One, the long running love-hate relationship between the US and the UN, and two, a better understanding of how global public health is governed and in the overall context of global governance.
One should not therefore let the impression gain, especially among younger generations not familiar with global and international politics, that the US as a power is innocent and Trump is but a bull in the China shop of international governance and global public policy.
India made significant contributions, for example, in the creation of the South Centre, an institution, that was relevant in contributing to the international public policy of developing countries; its relevance continues even more so in the context of issues such as global taxation regimes and how India, as well as developing countries are being deprived of taxes from TNCs.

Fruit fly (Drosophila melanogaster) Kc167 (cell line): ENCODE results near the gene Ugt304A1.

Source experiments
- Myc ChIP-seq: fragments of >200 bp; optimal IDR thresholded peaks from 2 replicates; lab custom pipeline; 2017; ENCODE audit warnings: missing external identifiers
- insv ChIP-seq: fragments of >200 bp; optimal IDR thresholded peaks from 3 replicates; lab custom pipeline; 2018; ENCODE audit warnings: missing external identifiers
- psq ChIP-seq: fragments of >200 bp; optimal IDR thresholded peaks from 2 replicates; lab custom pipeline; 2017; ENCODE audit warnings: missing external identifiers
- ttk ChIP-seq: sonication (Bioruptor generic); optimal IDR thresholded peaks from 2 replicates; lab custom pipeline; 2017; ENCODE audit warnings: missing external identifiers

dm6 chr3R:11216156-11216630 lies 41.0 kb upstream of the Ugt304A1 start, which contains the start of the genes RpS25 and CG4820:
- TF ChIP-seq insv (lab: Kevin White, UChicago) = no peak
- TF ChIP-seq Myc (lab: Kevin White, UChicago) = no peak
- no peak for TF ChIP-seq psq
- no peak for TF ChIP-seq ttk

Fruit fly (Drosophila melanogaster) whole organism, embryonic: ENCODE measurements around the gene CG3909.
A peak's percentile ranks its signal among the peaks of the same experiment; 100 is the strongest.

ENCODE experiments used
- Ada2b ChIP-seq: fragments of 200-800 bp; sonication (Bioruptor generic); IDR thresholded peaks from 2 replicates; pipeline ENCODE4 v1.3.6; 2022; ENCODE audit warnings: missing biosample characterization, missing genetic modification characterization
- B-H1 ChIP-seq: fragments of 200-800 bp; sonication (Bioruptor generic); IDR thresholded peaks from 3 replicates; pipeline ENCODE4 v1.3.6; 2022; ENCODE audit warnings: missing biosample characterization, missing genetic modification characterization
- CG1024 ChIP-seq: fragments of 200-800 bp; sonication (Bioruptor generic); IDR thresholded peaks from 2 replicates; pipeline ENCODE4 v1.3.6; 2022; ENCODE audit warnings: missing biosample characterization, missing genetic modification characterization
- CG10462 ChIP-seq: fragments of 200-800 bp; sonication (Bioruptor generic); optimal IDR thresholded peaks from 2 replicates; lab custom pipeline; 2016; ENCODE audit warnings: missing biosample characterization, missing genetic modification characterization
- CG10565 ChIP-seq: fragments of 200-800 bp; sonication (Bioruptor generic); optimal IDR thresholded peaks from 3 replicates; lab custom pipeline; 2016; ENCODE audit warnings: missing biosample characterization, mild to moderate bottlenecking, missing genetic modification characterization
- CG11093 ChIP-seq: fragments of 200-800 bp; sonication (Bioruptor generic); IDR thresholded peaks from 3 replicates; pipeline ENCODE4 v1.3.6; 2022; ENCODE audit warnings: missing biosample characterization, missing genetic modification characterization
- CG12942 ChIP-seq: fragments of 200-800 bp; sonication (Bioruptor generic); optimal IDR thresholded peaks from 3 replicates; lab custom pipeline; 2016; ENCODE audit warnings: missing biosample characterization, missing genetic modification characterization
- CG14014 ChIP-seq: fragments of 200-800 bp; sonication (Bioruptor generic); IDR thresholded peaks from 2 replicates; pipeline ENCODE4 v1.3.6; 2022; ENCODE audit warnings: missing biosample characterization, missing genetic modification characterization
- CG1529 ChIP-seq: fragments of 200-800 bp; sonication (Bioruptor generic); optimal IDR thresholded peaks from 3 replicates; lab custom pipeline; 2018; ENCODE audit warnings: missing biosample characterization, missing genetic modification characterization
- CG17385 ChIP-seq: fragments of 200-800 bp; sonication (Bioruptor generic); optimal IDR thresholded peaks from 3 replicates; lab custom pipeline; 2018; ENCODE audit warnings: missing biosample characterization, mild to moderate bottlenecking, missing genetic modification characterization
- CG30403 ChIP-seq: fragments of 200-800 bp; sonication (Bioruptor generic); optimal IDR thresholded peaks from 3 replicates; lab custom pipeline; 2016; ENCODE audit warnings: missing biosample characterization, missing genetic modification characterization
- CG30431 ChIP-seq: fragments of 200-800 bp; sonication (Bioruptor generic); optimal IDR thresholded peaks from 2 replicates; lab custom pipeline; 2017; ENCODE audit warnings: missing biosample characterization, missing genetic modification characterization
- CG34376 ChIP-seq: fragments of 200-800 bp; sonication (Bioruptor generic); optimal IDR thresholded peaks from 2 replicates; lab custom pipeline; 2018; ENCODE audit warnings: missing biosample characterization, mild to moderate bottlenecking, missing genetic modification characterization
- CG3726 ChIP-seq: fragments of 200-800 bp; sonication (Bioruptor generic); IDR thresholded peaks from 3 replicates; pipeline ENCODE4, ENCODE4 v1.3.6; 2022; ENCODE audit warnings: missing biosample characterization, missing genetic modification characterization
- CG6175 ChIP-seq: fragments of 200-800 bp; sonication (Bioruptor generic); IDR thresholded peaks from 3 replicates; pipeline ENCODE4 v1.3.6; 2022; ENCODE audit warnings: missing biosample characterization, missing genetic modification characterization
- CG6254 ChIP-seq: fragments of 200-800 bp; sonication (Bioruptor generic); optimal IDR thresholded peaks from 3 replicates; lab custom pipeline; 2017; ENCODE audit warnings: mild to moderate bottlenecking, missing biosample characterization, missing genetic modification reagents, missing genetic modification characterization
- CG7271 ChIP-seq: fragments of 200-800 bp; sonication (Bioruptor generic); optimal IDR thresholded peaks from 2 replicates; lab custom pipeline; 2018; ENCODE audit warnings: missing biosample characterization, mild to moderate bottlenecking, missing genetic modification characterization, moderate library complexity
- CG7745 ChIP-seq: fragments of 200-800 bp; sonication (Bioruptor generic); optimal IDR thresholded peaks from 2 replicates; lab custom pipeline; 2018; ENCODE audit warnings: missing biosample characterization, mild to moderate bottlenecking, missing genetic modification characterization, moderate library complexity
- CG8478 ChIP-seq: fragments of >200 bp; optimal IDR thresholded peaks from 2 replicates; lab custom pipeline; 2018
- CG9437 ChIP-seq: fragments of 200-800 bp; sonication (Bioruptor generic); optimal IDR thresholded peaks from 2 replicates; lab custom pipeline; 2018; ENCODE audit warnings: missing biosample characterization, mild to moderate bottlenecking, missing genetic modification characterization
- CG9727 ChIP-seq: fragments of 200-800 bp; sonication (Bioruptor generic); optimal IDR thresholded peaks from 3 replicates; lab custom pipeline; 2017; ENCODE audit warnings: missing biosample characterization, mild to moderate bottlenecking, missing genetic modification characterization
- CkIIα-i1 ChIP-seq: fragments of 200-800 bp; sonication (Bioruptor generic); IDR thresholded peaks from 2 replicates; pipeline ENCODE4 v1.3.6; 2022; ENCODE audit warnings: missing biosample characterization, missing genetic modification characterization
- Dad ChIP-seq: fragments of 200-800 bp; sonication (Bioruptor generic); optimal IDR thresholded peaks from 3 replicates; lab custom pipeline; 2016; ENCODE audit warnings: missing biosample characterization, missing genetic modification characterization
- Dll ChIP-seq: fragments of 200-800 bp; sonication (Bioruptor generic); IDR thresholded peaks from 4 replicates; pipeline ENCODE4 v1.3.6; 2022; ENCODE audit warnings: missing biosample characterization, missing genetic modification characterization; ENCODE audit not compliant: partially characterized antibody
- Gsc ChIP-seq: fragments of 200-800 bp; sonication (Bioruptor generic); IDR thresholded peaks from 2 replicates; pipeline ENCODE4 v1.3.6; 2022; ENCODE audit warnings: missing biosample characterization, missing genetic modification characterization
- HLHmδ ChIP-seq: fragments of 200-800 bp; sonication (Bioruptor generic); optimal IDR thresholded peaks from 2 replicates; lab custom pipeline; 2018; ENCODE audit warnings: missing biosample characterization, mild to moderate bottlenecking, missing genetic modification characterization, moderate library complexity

Another reason to read this book, and be informed not only who the actors in global public health governance are, but more importantly how global public health governance has shifted from UN institutions governed by Member States to Global Public Health International NGOs and private companies.
UN staff, in an age of 'ultra-nationalism' should keeping with their allegiance to the UN and its Charter, vaccinate themselves from such toxic nationalism, and remind themselves that they are International Civil Servants serving the needs of global public goods.